The plasma generator effect also depends on the shape of the electrode. If the electro-magnetic field in the “near zone” around the electrode tip is constant compared with the electromagnetic wave length (400 kHz), the EMF can be considered static. In that case, the ignition of the plasma depends on the so-called “electrostatic pressure”, which is higher for sharper electrode shapes. Thus, the sharper and thinner the electrode is, the better initial (cold) plasma ignition. After the cold ignition the plasma beam is supported by the thermo electronic emission, which, due to the low current, is not as intensive as in the APC.
As best shown in
An intermediate air or electronegative gas conduit 218 is disposed in surrounding coaxial relation relative to the noble gas conduit 210 having a proximal end 220 and a distal end 222 coupled to a gas source (not shown) by an air or electronegative gas supply conduit 224 to feed air or electronegative gas such as oxygen and nitrogen to the intermediate air or electronegative gas conduit 218. The distal end 214 of the inner noble gas conduit 210 is disposed inwardly from the distal end 222 of the intermediate electronegative gas conduit 218. Alternately, in place of the air or electronegative gas, noble gas may be fed through the intermediate air or electronegative gas conduit 218 to create a diffuse cylindrically shaped relatively wide area plasma beam useful with particular procedures such as dermatology.
An outer aspiration conduit 226 is disposed in surrounding coaxial relation relative to the intermediate air or electronegative gas conduit 218 having a proximal end 228 and a distal end 230 coupled to a negative pressure source such as a vacuum (not shown) by a negative pressure conduit 232 to remove fluid and solid debris from the target area 118 on the patient 120. The distal end 230 of the outer aspiration conduit 226 is disposed inwardly from the distal end 222 of the intermediate air or electronegative gas conduit 218.
A plurality of seals each indicated as 234 are used to seal the noble gas conduit 210, the intermediate air or electronegative gas conduit 218 and the outer aspiration gas conduit 226.
In use, the electrosurgical device 110 is effective and safe in various applications such as open surgery, skin resurfacing, sterilization and internal surgery.
There are two operating modes, a gentle mode and an aggressive mode. The mechanisms for energy delivered to the surgical site 118 for the two modes are different. It was found that energy is delivered either through volumetric heating or surface heating.
In volumetric heating, the energy flux is distributed within the target volume. In this mechanism, the discharge current dissipates energy in the target material.
Surface heating can be defined as heating due to hot gas flow and heating due to direct heating by the high temperature plasma stream 116 in contact with the target area 118.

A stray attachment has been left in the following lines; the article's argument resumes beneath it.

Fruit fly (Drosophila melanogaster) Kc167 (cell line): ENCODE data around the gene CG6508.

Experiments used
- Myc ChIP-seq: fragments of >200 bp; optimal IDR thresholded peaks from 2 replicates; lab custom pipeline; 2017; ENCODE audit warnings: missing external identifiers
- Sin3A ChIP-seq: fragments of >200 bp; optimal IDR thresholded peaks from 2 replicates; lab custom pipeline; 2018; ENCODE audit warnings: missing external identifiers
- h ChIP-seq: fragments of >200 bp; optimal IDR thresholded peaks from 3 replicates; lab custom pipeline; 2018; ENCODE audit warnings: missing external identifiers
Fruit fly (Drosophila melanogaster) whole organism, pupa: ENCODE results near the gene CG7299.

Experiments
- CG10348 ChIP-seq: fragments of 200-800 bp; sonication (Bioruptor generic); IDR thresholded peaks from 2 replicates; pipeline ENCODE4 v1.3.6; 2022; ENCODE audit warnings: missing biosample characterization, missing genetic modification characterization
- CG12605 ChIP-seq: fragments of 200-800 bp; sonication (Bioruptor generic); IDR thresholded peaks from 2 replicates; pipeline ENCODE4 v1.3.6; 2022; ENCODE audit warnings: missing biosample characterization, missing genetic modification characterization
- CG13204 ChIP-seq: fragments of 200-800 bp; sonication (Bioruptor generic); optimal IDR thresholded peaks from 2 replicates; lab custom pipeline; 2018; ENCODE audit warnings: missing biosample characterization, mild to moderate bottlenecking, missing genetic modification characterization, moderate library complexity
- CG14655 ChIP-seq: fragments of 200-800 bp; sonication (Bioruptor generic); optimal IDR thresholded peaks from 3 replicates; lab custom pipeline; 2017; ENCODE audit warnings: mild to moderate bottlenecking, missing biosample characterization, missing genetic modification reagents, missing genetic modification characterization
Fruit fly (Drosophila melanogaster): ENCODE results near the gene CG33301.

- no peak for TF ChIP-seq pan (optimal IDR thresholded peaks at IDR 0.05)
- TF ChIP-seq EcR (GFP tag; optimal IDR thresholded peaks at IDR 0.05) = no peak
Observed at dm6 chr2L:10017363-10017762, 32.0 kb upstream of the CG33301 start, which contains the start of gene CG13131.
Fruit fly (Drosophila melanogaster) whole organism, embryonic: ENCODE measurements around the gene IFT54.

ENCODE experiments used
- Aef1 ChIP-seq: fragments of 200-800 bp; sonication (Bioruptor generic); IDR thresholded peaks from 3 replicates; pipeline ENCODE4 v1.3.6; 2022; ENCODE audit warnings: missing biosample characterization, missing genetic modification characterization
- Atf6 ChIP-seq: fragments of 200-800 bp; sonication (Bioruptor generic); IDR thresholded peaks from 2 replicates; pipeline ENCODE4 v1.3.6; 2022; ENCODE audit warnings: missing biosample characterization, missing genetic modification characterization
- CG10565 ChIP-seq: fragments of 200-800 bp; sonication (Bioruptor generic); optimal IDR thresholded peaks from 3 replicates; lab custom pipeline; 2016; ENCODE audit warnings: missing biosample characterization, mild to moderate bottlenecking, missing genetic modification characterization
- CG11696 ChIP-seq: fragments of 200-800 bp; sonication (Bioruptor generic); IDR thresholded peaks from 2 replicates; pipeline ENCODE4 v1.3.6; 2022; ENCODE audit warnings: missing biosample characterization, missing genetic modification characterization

In the gentle mode, a jet of hot gas is generated. Very small current is induced through the plasma stream 116, and the plasma is created in a regime of electric field induced breakdown of the gas, such as in a fluorescent lamp. Energy deposition to the patient 120 is mostly through a flux of heated gas. A small current of less than about 250 μA RMS, flows through the patient 120. It takes about 0.25 seconds for the noble gas discharge to reach a stable equilibrium flow rate of about 0.05 second in the gentle mode.
In the aggressive mode, preferred for surgical applications, a relatively high current is induced in the plasma stream 116, substantially increasing the temperature and density. As previously stated, the return current flows back to the electrosurgical generator 112 through the patient/target, and from there through the surrounding air and the surgeon holding the handpiece 126. Energy deposition to the patient 120 in this mode of operation is mostly electrical, through charged particle bombardment of the patient/target. The conducting plasma stream 116 couples the electrosurgical generator 112 to the patient 120. Peak patient/target currents as high as about 200 mA are generated. The value of this current is inversely proportional to the distance between the patient 120 and the handpiece 126.
The noble gas flow from the plasma generator nozzle 129 is laminar creating a stable gas flow and a focused plasma stream 116 as shown in
The thin, focused, plasma stream 116 acts as an extended, non-contact electrode, which delivers the current to the exposed surface of the target area 118. This primary arc induces multiple secondary sparks on a large area of the target area 118 and are capable of evaporating target tissue much like an electrosurgical ablation probe. Both the primary arc 116 and the multiple secondary sparks 236 are shown in
The plasma stream current is a function of the drive capabilities of the electrosurgical generator 112 as well as the total impedance of the return current loop including the displacement current area. The smaller the capacitance and the conductivity from the patient 120 to the ground electrode of the transformer 124, the smaller is the current flowing through the return current circuit. The plasma stream current is limited by the generator rating or the return current path whichever is smaller.
It will thus be seen that the objects set forth above, among those made apparent from the preceding description are efficiently attained and since certain changes may be made in the above construction without departing from the scope of the invention, it is intended that all matter contained in the above description or shown in the accompanying drawing shall be interpreted as illustrative and not in a limiting sense.
It is also to be understood that the following claims are intended to cover all of the generic and specific features of the invention herein described, and all statements of the scope of the invention which, as a matter of language, might be said to fall therebetween.
Now that the invention has been described,
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|U.S. Classification||606/40, 606/49|
|International Classification||A61B18/18, A61B18/00|
|Cooperative Classification||A61B18/042, A61B2218/008|
|Dec 17, 2002||AS||Assignment|
Owner name: AARON MEDICAL INDUSTRIES, INC., FLORIDA
Free format text: ASSIGNMENT OF ASSIGNORS INTEREST;ASSIGNOR:KONESKY, GREGORY A.;REEL/FRAME:013598/0665
Effective date: 20021114
|Nov 23, 2010||AS||Assignment|
Owner name: BOVIE MEDICAL CORPORATION, FLORIDA
Free format text: ASSIGNMENT OF ASSIGNORS INTEREST;ASSIGNOR:AARON MEDICAL INDUSTRIES, INC.;REEL/FRAME:025398/0510
Effective date: 20101122
|May 3, 2011||FPAY||Fee payment|
Year of fee payment: 4
|Jul 7, 2015||FPAY||Fee payment|
Year of fee payment: 8